Shaw went forward and took the wretched man's hand in his healthy, steady one; he shook it warmly, he led him across to Hillyer. "Hillyer and I thought we'd look you up," he said; "there was a business matter we wanted to settle, and we'd nothing else to do with ourselves—had we, Hillyer?—so we thought we might as well drop in. We'd like a smoke, if you don't mind, and—do you happen to have anything to drink about?"
Marsden wiped his forehead and sat down.
"Thank Heaven you came!" he said. "I—I'd almost done it!"
"Where did you say that whisky was?" said Shaw.
Marsden went over to a sideboard cupboard and brought out bottle and tumblers; he rang for Maggie to bring hot water. "I'm really very glad to see you fellows," he said when he had drunk half a glass.
But for the presence of the parcel the evening would have been almost cheerful. They got their host's pipe alight in some way, then he leaned back in an easy-chair and listened to their conversation, and occasionally joined in himself. By ten o'clock he was merely a gentle, quiet man, a man unknown to both of them, sitting sadly by the side of his hearth from which the fire had been for ever taken.
At eleven o'clock they rose to go.
"How is your little girl, Mr. Hillyer?" Marsden said—"the one who had diphtheria?"
"Quite well again," Hillyer answered deprecatingly, remembering the other child who was not quite well—at least, as we have it. Then he added, with swift, nervous sympathy: "But it was so close a thing, sir, I think I know pretty well how you feel just now."
The twitching muscles of the young man's face thawed the desolate father's heart, and for the first time he spoke of his loss.
"It would be even worse for me than it is," he said, "only that I have her there," and to the shuddering horror of the young men he approached the parcel and fingered it sadly. "Life is a very uncertain thing, Hillyer," he said, "and the life of little children is like the thistle-down. Your little girl seems much to you; while there is time, get one of these things, and then when the warm little body has slipped out of your arms, you still will have the voice."
"A phonograph" breathed the two men together, and looked with suddenly changed eyes at the parcel.
"The night before she was taken ill," went on Marsden, "I got her to speak into it, just little baby words, you know. Then she was sleepy, and I meant to get more another day, only there was not time. Any time I like I can open it and hear her voice, just the voice in which she used to speak. But—but——" his eye roved, grew unsteady, his breath came unevenly—"of course, it is not to be expected that I could—bear it yet. Presently, presently, when I am used to my loss—we get used to everything, you know—I shall open it and hear the little voice."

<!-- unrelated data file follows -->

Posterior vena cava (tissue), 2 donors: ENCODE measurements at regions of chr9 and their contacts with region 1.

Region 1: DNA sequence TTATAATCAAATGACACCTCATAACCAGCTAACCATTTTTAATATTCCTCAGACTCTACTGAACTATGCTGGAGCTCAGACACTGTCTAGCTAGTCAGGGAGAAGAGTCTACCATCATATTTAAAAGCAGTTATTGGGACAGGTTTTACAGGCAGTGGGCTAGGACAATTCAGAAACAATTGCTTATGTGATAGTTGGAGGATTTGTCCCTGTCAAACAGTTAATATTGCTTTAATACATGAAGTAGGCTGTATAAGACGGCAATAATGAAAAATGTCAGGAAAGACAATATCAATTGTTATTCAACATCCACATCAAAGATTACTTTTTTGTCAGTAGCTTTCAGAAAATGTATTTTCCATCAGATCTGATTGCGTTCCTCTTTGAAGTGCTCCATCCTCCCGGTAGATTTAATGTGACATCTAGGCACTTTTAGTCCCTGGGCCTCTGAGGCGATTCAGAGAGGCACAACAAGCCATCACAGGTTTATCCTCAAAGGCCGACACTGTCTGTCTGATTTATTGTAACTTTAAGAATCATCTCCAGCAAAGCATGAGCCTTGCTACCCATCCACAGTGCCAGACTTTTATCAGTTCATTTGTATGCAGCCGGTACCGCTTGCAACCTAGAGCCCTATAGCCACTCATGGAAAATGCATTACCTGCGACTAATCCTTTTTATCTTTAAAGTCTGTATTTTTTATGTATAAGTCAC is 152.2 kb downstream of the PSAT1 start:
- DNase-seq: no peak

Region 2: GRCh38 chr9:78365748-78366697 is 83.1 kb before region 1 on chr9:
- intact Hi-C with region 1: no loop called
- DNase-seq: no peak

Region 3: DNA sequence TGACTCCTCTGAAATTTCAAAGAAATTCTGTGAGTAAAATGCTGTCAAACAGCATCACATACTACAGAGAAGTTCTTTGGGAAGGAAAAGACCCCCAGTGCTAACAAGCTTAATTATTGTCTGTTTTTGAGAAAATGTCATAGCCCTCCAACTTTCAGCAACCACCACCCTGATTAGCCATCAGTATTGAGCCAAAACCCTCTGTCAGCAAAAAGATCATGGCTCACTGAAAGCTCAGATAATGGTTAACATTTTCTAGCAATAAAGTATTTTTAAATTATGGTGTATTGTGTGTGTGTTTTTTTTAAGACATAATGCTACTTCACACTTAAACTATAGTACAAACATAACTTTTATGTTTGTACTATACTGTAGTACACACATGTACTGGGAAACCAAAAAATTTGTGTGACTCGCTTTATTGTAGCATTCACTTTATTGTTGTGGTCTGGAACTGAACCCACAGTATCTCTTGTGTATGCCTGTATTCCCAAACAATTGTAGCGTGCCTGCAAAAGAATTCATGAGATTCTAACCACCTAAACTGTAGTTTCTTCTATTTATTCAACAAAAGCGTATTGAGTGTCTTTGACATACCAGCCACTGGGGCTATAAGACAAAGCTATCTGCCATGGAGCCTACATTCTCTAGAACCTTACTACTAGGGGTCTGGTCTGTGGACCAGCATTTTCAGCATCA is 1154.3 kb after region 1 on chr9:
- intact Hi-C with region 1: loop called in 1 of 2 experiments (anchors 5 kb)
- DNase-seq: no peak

He pulled himself together—he who never spoke of his own concerns to be talking thus! "Good night, good night!" he said abruptly, and shut the door on them in uncivil haste.
He improved steadily the next fortnight; came to office with his clothes brushed, had his hair cut, went out for his meals like the rest of the city. Shaw reported his success to the doctor, and they both congratulated each other and relaxed their efforts somewhat.
The day of Clackerty's arrival, Marsden did not come to office. The senior partner went through affairs with Shaw, and his wrath at the frightful mismanagement and blank ruin was terrible to behold.
He insisted that his partner was a rogue—would not listen to the more palliative term of "fool." The failure was a put-up thing, he swore, and some nest—certainly not his, Clackerty's—had been well feathered.
When no Marsden appeared all day, and three telegrams and two office-boys had been unable to bring him to town, though the messengers stated the fact that he was assuredly at home, then Clackerty crushed on his hat, abruptly summoned Shaw and Hillyer, and made known his intention of proceeding to his partner's home.
It was seven o'clock when they reached the isolated cottage—Maggie was just running up the path, the doctor following close behind. They all went down the hall and through the door Marsden had been wont to enter mewing and barking on all fours.
He was standing now, perfectly motionless, by the table, and the parcel was unwrapped.
A tiny, tinkling voice was in the air. "What sall I say?" it said; "I can't fink what to say. Oh! I know—
Caught a f'y
Tied it to a stwing.
"But Maggie says it's 'Put it in her tea.' 'Tisn't, is it, Farvie?"
The instrument was not perfect; sometimes the tiny voice was muffled and lost; sometimes it came with such a strange vehement shrillness the heart thrilled. The new-comers heard it saying, "Good night, daddie," and "Oh! zere's a skeeter, kill it!" and "Tuck me up zis way!" and "One more 'nuzzer kiss"
"It's little baby, can't you hear? He's got little baby there. All the afternoon she has been talking like that," wept the affrighted Maggie, staring with starting eyes at the polished case.
The doctor went quietly across the floor, and Marsden turned and faced his visitors; and not one of them but felt relieved to know that the strained brain had at last given way, and that in all human probability the man would be happily insane for the rest of his natural life.